It’s a different world out there

Yesterday I attended a conference Marketing in a Digital World organised by i20events. I was asked to talk about the ‘empowered consumer’ and the embracing thereof.

I really liked the venue, in London’s Natural History Museum and its scheduling – the event was later in the afternoon (4pm). This is good as one’s attention does not have to be abused sustained all day for a number of interminable sessions. The audience consisted of people in the UK “new media marketplace” and the panel had speakers respected in the industry.

Faith Carthey, MD, i-level
Rob Horler, MD, Diffiniti
Janet Winslade, Managing Partner, M-One
Glen Drury, MD, Kelkoo UK
Dan Clays, MD, Quantum
James Hamlin, Media Director,
Anthony Rhind, SVP of Strategy, Media Contacts

The moderator was none other than the entrepreneur and blogger, Andrew Carton, of Predictably, I talked about blogs, while trying to explain that they are the tip of the iceberg, a symptom of broader trends that are emerging from the online world and have so far largly passed under the traditional radars.

There were a few points that made it clear to me just what a different world it is. For example, someone complained that there is too much information online these days and one does not know where to start. Now to me, this sounds like the surreal dialogue from Amadeus:

EMPEROR: My dear, young man, don’t take it too hard. Your work is ingenious. It’s quality work. And there are simply too many notes, that’s all. Cut a few and it will be perfect.

MOZART: Which few did you have in mind, Majesty?

There is indeed a glut of information and I speak as a blogger with about 200+ feeds in my aggregator… But that is a good thing as it drives home the point that you can no longer control the message or its distribution. As for knowing where to start, there are so many ways to monitor the blogosphere or the internet and find out what’s happening as new tools appear almost weekly (or so it seems).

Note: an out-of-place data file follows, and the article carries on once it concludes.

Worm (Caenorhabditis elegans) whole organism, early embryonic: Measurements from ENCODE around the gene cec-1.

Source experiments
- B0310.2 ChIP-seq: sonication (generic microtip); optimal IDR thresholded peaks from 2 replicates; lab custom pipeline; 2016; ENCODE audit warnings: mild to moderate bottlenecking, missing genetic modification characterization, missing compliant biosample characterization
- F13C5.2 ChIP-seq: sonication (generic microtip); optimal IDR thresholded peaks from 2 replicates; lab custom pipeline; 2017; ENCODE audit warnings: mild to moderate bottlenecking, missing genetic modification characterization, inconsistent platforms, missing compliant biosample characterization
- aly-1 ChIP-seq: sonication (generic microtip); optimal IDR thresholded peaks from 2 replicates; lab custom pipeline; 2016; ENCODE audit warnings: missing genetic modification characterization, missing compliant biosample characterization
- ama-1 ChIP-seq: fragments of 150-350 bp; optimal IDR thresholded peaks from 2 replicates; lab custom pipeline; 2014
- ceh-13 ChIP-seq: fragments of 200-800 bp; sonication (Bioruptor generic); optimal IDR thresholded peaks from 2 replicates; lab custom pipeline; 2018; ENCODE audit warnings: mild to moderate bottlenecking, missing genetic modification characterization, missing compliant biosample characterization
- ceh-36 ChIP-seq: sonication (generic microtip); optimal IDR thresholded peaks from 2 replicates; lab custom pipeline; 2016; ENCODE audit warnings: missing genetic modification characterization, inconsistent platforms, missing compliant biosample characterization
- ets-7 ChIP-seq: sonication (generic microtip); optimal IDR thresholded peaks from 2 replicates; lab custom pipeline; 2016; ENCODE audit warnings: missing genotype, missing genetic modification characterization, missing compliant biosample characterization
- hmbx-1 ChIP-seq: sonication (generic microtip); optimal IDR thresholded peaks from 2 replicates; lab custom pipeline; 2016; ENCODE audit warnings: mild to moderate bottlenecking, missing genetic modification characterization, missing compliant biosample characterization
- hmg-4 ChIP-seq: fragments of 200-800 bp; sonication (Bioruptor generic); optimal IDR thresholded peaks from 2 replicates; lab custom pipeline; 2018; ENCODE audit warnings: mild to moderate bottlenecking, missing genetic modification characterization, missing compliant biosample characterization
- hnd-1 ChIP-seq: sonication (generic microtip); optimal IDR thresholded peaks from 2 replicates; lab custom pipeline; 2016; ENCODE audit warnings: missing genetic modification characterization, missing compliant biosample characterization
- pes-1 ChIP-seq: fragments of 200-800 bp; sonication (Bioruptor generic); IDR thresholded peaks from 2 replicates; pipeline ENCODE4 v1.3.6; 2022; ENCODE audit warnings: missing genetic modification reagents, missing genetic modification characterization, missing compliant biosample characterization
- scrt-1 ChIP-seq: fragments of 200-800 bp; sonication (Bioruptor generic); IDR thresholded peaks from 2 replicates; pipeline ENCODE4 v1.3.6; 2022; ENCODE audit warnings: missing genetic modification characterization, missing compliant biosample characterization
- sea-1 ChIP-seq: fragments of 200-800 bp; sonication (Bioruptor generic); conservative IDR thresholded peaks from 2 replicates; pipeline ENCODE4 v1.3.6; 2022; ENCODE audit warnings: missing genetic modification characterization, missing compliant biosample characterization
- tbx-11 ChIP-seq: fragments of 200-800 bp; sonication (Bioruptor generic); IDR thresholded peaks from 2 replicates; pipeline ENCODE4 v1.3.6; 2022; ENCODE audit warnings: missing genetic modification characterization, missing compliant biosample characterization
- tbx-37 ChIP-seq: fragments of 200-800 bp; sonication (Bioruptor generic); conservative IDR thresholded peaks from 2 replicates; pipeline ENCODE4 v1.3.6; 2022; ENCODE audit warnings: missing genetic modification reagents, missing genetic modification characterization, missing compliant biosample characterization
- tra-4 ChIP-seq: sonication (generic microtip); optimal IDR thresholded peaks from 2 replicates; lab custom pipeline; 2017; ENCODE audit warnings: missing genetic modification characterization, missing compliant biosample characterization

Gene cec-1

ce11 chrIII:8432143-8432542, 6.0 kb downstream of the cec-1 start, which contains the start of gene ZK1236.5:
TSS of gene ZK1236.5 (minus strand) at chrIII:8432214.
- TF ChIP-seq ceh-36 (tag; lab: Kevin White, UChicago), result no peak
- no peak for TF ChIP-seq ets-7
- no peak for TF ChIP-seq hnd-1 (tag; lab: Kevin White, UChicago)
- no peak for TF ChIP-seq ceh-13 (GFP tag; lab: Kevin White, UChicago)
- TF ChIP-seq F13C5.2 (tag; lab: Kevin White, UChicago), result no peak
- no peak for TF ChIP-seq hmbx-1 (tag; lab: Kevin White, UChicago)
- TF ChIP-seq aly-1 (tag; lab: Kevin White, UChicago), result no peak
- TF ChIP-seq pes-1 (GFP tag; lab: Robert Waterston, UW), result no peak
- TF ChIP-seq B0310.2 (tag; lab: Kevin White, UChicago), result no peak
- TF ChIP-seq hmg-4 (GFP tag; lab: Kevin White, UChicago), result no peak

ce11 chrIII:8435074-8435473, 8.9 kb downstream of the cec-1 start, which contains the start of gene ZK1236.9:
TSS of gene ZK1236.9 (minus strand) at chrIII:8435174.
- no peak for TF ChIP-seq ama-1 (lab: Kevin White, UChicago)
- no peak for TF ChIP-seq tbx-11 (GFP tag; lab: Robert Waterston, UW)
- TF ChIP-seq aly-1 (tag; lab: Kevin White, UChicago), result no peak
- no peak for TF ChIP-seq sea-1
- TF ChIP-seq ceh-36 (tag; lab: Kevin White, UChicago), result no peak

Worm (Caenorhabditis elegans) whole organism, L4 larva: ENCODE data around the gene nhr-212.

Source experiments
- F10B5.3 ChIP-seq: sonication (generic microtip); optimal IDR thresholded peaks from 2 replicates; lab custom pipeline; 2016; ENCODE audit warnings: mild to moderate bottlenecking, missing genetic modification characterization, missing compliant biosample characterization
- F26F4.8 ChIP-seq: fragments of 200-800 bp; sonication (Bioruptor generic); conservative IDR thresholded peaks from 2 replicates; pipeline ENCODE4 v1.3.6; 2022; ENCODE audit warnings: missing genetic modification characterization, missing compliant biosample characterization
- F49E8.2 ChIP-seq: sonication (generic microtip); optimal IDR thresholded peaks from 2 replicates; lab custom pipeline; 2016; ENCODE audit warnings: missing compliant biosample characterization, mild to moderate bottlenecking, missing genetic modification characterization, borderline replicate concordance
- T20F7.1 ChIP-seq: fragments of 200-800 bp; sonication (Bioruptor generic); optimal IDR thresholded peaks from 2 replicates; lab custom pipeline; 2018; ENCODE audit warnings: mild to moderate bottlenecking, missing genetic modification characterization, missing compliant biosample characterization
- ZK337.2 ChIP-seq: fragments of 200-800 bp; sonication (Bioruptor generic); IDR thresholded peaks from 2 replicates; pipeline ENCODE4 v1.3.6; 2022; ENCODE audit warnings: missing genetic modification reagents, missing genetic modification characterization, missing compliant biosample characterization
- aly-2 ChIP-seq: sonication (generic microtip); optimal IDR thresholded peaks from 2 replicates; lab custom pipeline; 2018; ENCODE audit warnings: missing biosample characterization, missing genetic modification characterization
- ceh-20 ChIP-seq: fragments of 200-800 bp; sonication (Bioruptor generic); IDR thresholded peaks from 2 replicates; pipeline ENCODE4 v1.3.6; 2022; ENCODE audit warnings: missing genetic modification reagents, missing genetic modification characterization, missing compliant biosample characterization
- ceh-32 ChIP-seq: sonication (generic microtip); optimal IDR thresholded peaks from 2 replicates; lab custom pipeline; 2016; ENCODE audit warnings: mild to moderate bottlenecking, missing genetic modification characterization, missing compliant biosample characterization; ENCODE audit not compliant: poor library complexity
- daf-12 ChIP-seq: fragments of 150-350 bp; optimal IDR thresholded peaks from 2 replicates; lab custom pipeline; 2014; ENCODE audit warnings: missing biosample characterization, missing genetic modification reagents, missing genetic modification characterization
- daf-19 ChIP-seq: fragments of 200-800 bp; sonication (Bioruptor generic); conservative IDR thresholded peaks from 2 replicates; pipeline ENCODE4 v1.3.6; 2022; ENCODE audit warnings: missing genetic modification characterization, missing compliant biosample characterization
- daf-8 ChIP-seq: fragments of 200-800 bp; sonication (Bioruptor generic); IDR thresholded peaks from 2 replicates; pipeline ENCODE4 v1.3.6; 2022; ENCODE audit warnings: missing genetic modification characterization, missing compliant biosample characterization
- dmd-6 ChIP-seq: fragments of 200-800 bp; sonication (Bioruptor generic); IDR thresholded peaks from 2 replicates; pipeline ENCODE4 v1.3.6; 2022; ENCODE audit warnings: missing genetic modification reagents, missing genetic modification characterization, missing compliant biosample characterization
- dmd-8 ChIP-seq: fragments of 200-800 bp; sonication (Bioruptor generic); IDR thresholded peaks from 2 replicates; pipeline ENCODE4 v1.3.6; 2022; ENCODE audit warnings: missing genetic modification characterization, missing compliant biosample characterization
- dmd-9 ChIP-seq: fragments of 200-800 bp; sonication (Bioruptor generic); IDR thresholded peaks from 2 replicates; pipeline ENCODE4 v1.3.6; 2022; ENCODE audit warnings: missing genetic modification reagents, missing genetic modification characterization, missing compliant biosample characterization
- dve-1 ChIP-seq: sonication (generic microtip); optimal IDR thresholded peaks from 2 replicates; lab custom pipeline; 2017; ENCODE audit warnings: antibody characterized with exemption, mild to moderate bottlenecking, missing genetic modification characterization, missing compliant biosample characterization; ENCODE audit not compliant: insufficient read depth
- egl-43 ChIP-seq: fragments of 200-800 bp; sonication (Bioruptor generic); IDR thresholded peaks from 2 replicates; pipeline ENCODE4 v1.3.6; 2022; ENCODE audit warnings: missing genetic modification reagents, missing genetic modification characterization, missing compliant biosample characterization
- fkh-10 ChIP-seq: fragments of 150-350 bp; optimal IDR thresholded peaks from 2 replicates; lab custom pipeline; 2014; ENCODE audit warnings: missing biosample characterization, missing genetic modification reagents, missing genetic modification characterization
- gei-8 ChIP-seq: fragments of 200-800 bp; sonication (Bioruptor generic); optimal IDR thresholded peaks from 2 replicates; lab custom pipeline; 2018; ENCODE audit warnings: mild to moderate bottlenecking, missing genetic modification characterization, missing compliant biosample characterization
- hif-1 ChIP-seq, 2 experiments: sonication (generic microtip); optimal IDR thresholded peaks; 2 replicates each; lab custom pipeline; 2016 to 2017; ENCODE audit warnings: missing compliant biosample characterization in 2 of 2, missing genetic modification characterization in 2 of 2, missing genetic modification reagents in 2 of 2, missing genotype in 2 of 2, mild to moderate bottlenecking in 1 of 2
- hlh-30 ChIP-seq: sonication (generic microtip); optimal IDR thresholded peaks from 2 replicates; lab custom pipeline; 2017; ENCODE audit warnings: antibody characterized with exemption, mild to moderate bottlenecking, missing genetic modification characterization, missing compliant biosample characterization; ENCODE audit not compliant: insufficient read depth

Another thing that struck me was that the overriding attitude towards online and the ‘empowered consumer’ was one of caution, fear of ‘fat lawsuits arriving’ as ‘big corporations are going to fight back’ and recognition that SOMETHING MUST BE DONE ABOUT IT (the ‘empowered consumer’ not the law suits). I did not get any sense of what that something is other than continuation of slicing and dicing, counting the legs and dividing by four, bringing in the sheep to use the Cluetrain vernacular.

Kudos to the organisers for letting me speak about the online ‘underworld’ and the impact it will have (and already is having) on the marketing industry. I highly recommend reading and listening to Bob Garfield’s Chaos Scenario for a fuller picture of what people like us and their friends have been banging on about in the UK.